Major General Sir Hector Archibald MacDonald

(Fighting Mac)

1853 - 1903

Soldier. Born at Muir of Allangrange on the Black Isle, MacDonald was the son of a crofter. He worked with a draper in Inverness, before joining the army, to serve in the Gordon Highlanders. His gallantry in Afghanistan saw him being promoted from the ranks (1880), a rare occurrence at the time. He went on to serve with honour at the Battle of Omdurman in the Anglo-Sudanese campaign. MacDonald became a national hero and was knighted by King Edward VII in 1901. He led the Highland Brigade during the Boer War and took command of the army in Ceylon in 1902. MacDonald's name and face was widely used to sell products, but he had difficulty with his heroic status.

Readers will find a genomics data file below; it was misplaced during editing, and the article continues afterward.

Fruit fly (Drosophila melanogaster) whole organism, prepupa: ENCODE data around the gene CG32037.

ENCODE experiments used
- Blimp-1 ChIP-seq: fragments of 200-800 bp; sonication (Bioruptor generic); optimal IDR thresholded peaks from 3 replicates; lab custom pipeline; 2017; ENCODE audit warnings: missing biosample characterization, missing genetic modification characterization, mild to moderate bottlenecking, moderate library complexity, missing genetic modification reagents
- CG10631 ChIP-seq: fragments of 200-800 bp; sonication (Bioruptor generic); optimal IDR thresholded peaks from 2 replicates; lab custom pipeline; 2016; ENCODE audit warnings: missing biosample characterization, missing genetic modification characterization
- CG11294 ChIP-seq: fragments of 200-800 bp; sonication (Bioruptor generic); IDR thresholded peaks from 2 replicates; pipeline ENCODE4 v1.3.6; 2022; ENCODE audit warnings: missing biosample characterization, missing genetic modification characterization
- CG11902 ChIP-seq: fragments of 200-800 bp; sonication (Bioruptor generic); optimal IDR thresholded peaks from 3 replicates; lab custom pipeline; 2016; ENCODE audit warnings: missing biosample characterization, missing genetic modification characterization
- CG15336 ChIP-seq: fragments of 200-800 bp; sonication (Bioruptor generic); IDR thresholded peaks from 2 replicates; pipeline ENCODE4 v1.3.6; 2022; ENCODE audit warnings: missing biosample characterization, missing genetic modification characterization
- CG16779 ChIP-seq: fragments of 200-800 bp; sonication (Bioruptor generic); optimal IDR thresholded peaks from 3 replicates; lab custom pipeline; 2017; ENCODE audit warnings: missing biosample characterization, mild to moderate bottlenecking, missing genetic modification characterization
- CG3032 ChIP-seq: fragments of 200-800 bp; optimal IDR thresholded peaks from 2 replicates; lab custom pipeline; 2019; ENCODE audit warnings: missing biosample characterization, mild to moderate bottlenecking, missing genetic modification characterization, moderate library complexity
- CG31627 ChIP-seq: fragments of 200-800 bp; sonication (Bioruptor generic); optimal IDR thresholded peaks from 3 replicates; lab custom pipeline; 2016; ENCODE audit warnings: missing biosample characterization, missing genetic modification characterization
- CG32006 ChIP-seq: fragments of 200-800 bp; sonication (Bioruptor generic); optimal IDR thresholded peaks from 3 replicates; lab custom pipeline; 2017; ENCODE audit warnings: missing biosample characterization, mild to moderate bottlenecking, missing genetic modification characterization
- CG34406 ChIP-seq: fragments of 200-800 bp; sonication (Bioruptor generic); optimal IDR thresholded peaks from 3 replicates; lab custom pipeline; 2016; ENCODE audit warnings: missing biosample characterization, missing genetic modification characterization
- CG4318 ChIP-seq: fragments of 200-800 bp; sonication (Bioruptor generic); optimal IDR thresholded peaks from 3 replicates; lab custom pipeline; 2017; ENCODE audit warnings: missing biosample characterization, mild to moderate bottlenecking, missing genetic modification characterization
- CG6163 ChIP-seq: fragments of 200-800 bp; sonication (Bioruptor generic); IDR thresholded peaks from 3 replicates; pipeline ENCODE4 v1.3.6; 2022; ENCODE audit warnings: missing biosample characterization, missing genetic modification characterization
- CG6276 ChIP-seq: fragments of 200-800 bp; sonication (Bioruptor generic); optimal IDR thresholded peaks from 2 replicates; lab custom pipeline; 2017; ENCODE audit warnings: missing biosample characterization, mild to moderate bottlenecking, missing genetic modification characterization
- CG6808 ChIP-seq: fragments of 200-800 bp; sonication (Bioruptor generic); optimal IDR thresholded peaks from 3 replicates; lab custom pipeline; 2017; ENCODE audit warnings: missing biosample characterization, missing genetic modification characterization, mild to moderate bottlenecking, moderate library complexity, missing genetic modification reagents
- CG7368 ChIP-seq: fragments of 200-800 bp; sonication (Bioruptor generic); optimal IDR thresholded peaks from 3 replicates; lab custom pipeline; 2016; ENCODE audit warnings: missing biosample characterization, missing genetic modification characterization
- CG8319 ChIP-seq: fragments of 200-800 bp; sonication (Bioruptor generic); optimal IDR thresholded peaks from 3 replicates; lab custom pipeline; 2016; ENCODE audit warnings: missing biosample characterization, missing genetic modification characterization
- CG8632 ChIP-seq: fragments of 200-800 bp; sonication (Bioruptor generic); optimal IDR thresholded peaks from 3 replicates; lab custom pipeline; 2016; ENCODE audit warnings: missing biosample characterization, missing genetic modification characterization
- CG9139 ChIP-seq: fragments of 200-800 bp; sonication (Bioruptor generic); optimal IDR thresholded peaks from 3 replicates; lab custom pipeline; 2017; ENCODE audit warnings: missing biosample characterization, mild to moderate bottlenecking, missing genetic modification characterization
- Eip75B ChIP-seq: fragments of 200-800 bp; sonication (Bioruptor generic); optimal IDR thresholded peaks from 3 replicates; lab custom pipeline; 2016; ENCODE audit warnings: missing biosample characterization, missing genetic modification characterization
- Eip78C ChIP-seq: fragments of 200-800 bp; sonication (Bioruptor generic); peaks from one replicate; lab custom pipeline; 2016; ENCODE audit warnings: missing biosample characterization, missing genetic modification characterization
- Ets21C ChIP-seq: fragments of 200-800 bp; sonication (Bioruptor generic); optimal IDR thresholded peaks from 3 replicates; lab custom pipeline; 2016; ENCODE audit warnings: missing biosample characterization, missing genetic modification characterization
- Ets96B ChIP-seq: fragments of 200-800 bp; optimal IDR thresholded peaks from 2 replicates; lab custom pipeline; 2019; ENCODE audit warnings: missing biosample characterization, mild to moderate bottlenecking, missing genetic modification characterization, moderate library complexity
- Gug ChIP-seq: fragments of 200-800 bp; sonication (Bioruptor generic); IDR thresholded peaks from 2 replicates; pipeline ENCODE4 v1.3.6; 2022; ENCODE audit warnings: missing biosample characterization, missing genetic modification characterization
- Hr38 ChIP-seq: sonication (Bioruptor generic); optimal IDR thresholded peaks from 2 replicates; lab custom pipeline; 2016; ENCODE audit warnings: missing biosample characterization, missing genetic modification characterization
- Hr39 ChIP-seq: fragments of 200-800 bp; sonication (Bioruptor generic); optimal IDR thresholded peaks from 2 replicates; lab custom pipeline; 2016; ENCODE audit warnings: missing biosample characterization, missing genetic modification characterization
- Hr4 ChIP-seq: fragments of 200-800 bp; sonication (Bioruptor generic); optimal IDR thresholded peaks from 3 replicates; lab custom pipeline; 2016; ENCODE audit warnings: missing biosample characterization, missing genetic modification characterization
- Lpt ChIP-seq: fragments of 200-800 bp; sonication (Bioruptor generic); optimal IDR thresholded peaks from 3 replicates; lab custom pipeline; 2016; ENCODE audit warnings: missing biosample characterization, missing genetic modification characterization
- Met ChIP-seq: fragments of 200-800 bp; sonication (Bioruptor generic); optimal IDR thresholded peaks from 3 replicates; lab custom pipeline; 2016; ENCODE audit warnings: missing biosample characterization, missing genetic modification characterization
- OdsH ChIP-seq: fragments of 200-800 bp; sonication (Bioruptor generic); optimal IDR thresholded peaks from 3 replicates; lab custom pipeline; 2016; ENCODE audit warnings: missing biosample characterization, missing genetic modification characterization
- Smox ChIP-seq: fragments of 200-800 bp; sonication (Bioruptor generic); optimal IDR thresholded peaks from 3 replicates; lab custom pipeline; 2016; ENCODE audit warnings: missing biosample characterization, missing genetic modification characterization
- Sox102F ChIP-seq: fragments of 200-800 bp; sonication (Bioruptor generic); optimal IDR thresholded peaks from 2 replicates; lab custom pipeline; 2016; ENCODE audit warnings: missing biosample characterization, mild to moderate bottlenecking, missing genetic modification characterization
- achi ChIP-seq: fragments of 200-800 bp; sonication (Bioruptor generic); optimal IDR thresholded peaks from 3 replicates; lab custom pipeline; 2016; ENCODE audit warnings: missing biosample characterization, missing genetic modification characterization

In 1903, questions were raised about his sexuality and allegations made about his behaviour in Ceylon. There were suspicions that the allegations were fabricated by MacDonald's enemies. He was despised by some of the military establishment, who considered themselves of a superior class and looked down on MacDonald's thick Scottish accent, 'uncultured' ways and humble beginnings. Before any trial, the allegations were raised publicly in the International Herald Tribune newspaper and the humiliated MacDonald shot himself in a Paris hotel room.

His embarrassed family buried MacDonald in the early hours of the morning at Edinburgh's Dean Cemetery. However, a large crowd turned out because he remained well respected in Scotland. An obelisk incorporating a bronze bust was erected over his grave in 1905. He is further remembered by the National Memorial in Dingwall and items of memorabilia are held by Dingwall Museum.

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